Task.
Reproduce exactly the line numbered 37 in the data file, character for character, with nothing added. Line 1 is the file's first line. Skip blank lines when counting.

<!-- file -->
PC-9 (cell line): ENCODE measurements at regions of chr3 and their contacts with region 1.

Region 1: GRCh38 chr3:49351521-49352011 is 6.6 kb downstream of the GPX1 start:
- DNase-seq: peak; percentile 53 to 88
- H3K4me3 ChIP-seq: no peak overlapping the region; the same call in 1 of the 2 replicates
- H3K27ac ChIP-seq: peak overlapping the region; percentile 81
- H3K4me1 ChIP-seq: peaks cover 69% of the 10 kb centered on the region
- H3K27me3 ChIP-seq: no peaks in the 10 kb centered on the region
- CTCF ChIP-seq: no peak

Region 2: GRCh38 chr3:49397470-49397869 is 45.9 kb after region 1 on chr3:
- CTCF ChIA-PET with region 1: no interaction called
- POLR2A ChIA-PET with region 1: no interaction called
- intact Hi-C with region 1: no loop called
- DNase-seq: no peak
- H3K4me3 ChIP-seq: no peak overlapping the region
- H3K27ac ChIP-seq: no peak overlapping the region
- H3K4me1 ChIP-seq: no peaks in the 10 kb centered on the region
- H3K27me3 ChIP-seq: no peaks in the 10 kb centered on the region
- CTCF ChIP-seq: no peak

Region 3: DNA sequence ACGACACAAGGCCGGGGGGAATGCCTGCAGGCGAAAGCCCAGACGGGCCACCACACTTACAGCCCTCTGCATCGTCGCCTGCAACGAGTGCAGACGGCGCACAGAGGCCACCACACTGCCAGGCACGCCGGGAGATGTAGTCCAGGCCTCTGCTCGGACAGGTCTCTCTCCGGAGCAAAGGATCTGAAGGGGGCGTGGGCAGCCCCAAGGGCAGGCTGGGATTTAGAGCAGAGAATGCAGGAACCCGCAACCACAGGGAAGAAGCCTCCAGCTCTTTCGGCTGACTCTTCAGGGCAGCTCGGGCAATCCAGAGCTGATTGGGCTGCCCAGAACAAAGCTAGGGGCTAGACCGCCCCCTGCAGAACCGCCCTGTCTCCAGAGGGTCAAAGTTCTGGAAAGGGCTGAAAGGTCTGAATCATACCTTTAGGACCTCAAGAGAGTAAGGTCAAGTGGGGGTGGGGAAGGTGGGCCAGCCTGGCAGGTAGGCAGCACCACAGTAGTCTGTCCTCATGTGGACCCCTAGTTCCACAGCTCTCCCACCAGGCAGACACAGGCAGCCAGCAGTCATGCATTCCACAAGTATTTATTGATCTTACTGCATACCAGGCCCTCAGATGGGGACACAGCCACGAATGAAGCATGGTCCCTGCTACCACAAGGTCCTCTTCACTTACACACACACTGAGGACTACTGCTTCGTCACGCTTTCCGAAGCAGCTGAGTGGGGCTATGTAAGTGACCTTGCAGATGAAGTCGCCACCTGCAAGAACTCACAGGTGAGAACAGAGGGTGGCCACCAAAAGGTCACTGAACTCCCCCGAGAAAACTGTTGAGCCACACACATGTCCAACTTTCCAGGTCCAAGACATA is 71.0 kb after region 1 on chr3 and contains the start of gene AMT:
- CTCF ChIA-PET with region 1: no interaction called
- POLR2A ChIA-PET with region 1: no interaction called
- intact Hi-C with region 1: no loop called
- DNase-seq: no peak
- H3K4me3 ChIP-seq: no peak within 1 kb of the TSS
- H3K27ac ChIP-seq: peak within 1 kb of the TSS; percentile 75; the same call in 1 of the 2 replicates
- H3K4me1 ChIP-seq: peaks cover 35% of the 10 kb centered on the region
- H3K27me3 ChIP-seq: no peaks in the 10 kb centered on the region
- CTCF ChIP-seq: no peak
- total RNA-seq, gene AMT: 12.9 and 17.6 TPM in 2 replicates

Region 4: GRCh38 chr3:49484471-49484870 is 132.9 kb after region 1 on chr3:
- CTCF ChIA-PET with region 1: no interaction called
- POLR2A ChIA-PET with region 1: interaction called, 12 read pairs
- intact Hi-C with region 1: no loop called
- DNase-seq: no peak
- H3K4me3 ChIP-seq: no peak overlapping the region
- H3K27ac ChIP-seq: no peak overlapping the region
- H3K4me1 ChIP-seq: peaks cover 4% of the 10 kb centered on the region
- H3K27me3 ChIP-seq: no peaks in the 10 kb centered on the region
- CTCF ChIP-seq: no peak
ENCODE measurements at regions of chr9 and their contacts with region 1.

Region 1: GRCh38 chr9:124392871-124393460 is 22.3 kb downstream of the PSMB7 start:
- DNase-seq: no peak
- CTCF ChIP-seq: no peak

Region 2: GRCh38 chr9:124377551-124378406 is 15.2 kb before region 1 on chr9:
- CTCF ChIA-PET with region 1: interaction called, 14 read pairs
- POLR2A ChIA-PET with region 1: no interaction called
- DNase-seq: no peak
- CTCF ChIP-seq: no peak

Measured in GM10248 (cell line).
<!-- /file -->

- H3K4me1 ChIP-seq: peaks cover 4% of the 10 kb centered on the region